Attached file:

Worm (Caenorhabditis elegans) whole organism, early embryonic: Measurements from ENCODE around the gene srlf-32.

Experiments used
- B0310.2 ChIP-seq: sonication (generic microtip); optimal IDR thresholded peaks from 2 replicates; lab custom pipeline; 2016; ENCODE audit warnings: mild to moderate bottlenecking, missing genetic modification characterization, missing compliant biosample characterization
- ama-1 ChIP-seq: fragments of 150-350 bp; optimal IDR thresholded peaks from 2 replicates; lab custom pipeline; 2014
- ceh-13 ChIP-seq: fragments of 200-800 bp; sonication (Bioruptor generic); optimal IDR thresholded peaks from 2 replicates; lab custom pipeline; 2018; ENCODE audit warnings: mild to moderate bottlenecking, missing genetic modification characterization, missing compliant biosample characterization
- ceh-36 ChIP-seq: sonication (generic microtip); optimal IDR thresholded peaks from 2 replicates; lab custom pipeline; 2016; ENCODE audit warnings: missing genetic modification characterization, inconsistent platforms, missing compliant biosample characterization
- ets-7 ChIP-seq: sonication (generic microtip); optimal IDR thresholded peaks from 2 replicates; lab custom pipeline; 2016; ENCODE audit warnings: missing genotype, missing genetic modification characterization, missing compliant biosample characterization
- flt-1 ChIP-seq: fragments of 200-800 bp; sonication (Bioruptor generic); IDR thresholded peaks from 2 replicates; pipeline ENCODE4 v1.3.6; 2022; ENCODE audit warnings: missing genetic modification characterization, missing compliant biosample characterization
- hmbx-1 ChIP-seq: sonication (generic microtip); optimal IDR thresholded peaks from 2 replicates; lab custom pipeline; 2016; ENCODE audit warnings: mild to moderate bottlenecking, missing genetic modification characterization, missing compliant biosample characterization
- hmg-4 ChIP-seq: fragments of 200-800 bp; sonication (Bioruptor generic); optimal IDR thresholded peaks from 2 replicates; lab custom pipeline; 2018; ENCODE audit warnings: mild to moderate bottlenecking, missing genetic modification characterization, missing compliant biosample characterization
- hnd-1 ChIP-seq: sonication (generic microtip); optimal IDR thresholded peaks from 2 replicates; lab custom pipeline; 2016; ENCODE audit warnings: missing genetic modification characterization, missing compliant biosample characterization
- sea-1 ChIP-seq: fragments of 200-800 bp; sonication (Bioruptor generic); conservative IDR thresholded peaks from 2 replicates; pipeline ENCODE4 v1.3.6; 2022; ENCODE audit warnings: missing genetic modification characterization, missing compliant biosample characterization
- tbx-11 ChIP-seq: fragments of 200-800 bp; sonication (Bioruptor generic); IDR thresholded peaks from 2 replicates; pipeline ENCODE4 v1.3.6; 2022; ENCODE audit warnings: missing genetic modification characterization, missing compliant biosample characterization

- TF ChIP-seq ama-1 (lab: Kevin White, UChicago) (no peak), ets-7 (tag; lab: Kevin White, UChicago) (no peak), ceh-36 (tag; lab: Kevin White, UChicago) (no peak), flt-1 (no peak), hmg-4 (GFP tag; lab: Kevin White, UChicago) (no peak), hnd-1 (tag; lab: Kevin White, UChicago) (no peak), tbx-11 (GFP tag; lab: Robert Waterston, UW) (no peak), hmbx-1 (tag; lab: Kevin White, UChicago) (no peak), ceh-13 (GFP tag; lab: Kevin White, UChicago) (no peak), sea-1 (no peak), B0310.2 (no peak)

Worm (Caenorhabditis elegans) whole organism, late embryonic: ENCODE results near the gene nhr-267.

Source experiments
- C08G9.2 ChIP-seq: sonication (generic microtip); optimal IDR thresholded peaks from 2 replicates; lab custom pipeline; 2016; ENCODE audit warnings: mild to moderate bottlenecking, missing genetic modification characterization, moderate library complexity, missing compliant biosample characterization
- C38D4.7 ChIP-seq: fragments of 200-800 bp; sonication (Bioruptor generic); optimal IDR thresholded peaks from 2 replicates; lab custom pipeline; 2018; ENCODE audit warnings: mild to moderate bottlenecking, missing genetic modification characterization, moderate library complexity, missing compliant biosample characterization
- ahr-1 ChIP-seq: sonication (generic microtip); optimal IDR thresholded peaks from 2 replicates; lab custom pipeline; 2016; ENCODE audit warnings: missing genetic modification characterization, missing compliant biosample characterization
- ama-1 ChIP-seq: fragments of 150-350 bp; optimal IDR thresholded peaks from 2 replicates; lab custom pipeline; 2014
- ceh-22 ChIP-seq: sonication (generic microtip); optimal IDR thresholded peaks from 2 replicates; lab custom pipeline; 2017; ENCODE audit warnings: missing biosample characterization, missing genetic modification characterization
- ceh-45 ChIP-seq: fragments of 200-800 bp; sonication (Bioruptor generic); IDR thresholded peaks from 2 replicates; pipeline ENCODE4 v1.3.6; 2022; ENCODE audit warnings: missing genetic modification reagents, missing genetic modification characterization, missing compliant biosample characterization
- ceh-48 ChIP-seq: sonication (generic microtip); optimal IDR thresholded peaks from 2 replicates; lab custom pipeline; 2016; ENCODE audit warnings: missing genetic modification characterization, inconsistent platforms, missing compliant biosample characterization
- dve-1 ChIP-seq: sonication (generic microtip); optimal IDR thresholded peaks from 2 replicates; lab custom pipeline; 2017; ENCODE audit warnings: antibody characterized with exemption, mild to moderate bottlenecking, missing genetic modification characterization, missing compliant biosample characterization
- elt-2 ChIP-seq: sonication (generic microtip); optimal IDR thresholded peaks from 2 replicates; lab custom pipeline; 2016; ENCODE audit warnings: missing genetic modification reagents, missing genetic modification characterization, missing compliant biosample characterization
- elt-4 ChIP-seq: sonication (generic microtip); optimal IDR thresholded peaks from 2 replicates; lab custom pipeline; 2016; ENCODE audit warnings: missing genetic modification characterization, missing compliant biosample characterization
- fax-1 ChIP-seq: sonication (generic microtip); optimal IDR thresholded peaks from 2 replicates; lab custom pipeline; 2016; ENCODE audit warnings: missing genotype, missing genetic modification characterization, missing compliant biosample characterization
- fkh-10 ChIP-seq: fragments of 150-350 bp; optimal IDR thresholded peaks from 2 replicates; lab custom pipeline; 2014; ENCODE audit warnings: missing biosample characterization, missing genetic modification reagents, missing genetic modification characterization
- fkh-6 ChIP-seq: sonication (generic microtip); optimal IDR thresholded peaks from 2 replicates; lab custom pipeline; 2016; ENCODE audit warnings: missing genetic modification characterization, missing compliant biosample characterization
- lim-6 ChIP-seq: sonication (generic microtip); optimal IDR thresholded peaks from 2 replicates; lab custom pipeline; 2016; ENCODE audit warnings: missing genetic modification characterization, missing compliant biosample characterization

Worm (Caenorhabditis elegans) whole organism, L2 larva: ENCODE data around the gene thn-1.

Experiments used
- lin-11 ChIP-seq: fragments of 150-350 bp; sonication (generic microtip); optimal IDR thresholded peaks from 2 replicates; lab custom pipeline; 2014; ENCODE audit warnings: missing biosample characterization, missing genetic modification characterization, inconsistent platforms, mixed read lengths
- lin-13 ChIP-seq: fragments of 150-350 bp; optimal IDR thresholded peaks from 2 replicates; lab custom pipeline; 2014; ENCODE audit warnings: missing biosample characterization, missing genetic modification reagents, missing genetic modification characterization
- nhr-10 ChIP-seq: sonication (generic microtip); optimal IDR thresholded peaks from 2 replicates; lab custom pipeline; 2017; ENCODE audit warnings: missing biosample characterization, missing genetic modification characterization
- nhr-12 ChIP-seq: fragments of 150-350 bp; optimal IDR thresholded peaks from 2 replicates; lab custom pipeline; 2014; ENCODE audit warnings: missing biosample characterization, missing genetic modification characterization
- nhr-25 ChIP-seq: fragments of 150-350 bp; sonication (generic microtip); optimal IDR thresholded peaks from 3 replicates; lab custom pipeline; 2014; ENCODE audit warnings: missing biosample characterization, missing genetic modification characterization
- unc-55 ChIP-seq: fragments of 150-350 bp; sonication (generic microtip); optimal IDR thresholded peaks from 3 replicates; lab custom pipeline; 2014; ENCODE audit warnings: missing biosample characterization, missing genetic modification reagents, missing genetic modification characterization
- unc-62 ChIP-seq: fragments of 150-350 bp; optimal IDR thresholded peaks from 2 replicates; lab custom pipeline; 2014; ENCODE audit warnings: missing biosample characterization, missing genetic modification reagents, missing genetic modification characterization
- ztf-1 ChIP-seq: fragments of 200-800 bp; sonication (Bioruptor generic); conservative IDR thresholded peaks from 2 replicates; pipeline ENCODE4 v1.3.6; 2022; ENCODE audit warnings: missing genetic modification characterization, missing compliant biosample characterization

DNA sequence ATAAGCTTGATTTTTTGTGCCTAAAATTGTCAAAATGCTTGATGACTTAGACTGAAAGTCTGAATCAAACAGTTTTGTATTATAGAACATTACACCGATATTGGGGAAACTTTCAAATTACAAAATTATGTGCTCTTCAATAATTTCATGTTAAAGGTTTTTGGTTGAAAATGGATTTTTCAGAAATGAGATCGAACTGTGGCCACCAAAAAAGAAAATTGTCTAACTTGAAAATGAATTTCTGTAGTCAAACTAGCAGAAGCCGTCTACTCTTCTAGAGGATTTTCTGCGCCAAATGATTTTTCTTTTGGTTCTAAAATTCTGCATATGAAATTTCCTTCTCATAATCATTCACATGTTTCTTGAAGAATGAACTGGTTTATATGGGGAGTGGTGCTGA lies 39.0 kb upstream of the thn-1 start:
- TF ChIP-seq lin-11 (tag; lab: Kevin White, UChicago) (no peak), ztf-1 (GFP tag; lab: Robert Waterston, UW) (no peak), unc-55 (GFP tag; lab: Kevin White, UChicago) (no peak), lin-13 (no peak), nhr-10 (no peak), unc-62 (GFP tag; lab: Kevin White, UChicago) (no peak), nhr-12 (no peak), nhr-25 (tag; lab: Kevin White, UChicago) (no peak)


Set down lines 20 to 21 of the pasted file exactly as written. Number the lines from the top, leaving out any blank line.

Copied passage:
- ama-1 ChIP-seq: fragments of 150-350 bp; optimal IDR thresholded peaks from 2 replicates; lab custom pipeline; 2014
- ceh-22 ChIP-seq: sonication (generic microtip); optimal IDR thresholded peaks from 2 replicates; lab custom pipeline; 2017; ENCODE audit warnings: missing biosample characterization, missing genetic modification characterization